If you had a lot of Vue 2 experience at this point you may be wondering, wait—how?

In Vue 2 we had to add v-on="$listeners" into our input element to tell Vue that we wanted to delegate all the events (other than the ones that have been manually declared and therefore overridden) to our parent. This would allow our parent, App.vue in this case, to handle declaring the logic for when these events happened—like we just did with the blur listener.

In Vue 3, this is no longer necessary. The moment we added our v-bind="$attrs" declaration we also added a binding for all the listeners that the parent passed into our component.

Remember, $attrs now also includes all the listeners, so in this example it will contain an onBlur declaration that holds the function that sets email to blurrr@its.cold

How convenient is that? 😎


Last minute cleanup

If you’re like me and you like to keep your v-bind clean and contained, let me tell you that there is a nice way to refactor the @input listener into our v-bind declaration using the JavaScript spread operator.

We currently have our template inside BaseInput set like this.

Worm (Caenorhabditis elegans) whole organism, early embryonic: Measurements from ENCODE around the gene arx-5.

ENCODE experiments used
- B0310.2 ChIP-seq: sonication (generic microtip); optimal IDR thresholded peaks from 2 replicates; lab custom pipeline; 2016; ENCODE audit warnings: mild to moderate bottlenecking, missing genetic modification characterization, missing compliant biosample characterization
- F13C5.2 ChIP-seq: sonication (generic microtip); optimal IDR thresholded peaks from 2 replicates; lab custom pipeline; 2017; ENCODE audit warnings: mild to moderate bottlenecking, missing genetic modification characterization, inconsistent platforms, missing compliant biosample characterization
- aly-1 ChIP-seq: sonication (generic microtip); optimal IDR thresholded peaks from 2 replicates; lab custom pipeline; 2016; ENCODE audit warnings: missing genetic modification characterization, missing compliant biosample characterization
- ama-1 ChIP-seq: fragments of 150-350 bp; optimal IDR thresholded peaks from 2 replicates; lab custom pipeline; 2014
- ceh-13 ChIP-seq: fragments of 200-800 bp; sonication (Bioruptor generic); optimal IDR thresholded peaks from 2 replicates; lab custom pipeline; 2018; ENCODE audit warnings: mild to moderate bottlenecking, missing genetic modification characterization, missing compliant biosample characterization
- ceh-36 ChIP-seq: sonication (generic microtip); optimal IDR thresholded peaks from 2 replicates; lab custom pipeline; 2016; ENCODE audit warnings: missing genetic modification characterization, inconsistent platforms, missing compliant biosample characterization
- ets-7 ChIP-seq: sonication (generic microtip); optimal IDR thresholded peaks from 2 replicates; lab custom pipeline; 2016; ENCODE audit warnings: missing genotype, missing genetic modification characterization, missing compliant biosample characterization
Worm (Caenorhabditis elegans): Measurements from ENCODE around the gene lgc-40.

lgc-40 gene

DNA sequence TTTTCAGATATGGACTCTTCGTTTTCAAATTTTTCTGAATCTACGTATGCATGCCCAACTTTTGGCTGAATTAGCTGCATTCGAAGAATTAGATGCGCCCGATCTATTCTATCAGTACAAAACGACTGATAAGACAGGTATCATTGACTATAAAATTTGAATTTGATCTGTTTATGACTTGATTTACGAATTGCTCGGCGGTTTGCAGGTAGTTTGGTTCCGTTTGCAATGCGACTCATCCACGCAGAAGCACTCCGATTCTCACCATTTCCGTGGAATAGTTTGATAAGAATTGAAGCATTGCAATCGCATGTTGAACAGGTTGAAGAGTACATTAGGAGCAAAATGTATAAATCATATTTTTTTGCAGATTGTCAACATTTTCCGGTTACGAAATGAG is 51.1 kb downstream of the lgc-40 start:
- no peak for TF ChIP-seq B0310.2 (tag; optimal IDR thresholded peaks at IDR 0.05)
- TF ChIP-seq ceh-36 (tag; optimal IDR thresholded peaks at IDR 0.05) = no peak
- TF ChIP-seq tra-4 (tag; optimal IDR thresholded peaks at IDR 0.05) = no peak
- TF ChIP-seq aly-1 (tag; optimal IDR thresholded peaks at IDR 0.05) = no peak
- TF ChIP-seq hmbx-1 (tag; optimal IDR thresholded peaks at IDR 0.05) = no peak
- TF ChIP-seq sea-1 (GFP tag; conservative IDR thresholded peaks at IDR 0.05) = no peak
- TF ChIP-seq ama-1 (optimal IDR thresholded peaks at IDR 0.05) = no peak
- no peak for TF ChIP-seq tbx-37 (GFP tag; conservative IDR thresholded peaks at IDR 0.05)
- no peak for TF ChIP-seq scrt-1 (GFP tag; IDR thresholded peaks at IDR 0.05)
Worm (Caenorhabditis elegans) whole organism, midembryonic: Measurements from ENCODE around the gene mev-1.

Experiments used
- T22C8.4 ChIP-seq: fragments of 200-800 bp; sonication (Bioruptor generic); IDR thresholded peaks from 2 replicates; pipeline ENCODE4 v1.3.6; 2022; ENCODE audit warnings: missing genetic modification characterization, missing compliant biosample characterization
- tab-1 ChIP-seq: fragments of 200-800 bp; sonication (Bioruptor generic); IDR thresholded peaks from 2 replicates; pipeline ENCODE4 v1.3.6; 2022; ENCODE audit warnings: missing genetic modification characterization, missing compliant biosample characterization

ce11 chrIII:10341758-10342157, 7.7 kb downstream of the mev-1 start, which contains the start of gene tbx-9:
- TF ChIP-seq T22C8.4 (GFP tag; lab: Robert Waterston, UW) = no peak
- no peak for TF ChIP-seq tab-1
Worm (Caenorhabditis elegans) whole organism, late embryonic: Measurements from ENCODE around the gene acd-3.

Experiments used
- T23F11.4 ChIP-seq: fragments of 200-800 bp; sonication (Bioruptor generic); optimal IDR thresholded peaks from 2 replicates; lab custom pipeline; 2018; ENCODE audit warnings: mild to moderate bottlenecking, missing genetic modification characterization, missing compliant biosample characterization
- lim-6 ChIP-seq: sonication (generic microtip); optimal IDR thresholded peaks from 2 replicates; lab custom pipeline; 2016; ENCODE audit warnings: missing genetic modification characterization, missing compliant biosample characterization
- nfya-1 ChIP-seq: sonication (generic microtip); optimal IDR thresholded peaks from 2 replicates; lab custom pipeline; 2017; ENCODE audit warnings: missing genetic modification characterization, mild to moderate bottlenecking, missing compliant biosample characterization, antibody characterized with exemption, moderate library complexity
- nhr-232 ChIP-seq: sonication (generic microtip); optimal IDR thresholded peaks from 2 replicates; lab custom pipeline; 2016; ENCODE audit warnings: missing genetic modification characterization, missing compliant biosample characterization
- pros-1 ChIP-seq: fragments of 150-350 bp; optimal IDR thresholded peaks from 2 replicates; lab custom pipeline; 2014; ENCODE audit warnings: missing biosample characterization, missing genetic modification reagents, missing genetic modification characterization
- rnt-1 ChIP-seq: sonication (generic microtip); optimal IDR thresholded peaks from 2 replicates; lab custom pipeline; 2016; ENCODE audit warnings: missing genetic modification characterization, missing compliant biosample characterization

📃BaseInput.vue

<input v-bind="$attrs" @input="$emit('update:modelValue', $event.target.value)" :value="modelValue" />

Since $attrs is an object, we can safely use the spread operator to wrap it inside an object. This way, we can now declare the input listener as onInput inside our v-bind declaration to keep all of our internal listener’s logic inside of it.

📃BaseInput.vue

<input v-bind="{
    ...$attrs,
    onInput: (event) => $emit('update:modelValue', event.target.value)
  }" :value="modelValue" />

Not only is this clearer to look at, but it’s also a very good tool to make sure that certain events like input don’t get overwritten by the parent.


Wrapping up

In this lesson we learned how to correctly bind our $attrs object in Vue 3, and the differences that it has with Vue 2. We also learned how to bind our listeners now that the $listeners object has been merged into $attrs.

In our next lesson, we will take a deeper look into single vs multiple root components and what role $attrs plays when migrating from single root to multi root.

See you there!